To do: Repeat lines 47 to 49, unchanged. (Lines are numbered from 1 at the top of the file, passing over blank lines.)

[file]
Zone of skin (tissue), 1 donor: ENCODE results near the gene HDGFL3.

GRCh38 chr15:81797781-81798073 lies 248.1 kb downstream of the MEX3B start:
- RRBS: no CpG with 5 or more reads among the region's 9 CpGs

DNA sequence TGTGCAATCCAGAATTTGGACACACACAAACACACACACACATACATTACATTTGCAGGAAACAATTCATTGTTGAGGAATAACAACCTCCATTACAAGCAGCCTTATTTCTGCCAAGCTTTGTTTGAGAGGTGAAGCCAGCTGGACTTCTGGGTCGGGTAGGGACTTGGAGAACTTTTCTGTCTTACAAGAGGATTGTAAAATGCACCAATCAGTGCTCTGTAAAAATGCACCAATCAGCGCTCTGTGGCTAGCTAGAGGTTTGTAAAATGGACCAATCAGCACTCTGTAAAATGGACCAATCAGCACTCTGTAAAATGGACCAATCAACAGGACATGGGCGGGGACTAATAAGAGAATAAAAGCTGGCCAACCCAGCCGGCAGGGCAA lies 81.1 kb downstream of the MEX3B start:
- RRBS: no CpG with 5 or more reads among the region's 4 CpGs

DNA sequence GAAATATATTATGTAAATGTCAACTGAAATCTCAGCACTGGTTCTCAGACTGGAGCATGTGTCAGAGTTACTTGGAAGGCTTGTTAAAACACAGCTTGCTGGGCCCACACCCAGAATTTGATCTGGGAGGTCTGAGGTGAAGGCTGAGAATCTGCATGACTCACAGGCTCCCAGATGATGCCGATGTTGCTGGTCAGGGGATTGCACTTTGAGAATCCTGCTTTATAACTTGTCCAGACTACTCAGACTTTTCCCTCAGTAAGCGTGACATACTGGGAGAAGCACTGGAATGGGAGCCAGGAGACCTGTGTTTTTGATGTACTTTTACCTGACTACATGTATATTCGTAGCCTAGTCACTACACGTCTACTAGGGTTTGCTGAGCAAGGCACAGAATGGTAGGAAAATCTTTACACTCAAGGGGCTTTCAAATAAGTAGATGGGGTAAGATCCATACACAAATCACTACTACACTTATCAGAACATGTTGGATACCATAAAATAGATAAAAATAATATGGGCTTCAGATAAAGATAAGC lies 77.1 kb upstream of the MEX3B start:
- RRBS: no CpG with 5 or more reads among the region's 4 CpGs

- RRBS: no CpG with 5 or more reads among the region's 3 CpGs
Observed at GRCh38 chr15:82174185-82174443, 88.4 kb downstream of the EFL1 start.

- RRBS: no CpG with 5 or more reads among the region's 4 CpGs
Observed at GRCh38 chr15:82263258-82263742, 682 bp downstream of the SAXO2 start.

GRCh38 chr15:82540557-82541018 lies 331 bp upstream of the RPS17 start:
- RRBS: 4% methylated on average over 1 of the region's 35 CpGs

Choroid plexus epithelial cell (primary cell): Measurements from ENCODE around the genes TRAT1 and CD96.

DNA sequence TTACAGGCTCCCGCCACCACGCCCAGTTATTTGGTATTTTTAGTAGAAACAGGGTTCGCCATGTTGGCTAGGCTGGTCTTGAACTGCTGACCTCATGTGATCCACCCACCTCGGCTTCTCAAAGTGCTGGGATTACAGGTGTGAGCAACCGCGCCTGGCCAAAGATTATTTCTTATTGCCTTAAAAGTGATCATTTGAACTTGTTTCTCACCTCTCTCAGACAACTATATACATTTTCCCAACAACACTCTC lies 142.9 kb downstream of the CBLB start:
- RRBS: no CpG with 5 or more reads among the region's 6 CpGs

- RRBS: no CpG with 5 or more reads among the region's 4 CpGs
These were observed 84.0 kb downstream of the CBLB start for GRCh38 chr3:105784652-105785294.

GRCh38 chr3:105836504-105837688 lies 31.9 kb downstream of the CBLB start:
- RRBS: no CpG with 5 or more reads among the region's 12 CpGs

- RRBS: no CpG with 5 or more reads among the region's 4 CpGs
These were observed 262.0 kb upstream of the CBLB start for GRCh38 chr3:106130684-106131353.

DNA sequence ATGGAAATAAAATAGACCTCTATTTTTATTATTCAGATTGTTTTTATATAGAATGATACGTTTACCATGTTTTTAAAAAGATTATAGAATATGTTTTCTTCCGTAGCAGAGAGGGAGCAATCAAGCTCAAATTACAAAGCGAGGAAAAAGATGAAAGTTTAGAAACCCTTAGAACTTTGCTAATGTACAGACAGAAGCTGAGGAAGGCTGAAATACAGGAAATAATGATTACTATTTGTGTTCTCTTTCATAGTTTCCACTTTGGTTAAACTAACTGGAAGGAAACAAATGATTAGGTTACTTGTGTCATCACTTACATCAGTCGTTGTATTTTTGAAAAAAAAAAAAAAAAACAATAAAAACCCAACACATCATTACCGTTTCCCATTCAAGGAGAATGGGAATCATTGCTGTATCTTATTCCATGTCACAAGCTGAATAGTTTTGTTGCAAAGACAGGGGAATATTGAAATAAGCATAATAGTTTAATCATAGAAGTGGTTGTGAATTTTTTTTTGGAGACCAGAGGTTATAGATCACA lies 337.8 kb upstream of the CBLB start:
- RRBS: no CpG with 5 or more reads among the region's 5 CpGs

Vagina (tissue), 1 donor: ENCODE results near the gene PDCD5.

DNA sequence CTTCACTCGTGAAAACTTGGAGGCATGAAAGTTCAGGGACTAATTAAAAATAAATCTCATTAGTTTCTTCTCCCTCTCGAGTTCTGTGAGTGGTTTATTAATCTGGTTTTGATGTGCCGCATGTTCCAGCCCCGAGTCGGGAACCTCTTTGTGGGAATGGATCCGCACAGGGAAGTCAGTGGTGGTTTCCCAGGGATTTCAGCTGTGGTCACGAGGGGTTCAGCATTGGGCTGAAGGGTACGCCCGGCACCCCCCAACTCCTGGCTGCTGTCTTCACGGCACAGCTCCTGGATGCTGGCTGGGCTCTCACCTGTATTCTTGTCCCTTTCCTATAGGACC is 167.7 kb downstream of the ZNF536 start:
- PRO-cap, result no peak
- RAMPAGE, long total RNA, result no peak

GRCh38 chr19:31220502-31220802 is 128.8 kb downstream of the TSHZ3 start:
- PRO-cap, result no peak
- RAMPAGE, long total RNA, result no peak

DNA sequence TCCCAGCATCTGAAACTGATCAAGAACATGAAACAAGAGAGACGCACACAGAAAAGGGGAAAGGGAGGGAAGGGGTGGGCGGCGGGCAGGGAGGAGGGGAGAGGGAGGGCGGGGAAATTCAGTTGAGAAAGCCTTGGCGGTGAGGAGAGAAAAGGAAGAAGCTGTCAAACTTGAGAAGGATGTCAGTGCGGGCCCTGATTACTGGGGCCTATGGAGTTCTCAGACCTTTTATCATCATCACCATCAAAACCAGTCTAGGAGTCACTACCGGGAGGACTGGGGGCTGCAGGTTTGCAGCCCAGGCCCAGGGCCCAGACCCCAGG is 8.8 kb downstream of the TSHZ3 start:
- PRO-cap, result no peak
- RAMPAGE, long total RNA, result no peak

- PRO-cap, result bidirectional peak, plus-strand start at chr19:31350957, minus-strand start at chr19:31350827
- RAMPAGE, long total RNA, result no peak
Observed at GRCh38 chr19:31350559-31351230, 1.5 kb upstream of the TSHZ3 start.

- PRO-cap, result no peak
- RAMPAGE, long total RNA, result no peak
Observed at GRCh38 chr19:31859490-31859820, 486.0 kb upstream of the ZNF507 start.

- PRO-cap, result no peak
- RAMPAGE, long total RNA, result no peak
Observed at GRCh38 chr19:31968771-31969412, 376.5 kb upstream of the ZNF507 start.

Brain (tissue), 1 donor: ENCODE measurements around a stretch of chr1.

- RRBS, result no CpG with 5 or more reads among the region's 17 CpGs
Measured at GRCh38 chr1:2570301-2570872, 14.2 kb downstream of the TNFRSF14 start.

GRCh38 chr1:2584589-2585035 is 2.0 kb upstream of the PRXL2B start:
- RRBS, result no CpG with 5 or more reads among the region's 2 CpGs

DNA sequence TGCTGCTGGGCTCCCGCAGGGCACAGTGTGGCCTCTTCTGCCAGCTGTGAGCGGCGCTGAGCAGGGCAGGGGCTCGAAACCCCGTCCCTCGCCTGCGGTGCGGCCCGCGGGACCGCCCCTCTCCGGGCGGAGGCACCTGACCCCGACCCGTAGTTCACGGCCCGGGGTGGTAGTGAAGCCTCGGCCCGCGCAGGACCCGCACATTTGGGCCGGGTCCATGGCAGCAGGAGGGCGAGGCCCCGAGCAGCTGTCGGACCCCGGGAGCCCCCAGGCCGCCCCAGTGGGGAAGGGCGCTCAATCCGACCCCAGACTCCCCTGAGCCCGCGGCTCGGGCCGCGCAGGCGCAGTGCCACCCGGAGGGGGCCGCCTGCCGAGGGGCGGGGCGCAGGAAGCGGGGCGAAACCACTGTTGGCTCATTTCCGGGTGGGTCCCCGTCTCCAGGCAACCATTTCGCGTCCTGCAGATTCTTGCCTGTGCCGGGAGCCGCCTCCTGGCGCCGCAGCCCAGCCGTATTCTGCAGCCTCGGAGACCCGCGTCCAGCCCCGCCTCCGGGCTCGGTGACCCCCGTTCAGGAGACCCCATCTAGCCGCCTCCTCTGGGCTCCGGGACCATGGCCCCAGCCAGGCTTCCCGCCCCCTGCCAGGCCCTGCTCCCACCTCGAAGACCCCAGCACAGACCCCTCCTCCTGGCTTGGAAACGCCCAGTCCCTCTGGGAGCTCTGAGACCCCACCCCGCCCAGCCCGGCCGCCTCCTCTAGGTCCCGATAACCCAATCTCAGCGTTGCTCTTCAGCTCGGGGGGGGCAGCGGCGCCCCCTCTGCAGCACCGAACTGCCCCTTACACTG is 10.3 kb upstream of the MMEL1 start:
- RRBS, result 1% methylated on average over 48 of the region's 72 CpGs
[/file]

GRCh38 chr1:2584589-2585035 is 2.0 kb upstream of the PRXL2B start:
- RRBS, result no CpG with 5 or more reads among the region's 2 CpGs

DNA sequence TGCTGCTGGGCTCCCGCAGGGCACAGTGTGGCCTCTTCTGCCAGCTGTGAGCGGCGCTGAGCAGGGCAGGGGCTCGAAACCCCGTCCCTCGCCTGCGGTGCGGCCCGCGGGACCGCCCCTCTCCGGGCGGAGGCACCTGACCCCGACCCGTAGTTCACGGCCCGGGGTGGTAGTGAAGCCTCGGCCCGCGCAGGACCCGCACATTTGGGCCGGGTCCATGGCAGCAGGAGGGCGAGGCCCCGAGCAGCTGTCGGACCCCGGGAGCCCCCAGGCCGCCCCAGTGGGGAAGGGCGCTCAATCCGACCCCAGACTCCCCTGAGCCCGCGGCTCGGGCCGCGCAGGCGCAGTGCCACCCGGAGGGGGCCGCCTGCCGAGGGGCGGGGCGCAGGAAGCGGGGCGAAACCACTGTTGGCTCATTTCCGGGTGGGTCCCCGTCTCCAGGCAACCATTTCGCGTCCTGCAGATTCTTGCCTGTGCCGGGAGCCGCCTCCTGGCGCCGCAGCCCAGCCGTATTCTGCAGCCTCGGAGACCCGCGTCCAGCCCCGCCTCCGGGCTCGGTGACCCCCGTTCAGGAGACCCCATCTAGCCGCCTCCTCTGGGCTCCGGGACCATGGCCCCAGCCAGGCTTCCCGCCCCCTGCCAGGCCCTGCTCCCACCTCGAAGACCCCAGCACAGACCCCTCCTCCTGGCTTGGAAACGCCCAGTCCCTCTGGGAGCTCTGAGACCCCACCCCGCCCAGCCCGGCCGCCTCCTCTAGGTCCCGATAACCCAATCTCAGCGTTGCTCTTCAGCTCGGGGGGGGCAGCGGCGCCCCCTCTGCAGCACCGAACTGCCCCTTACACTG is 10.3 kb upstream of the MMEL1 start: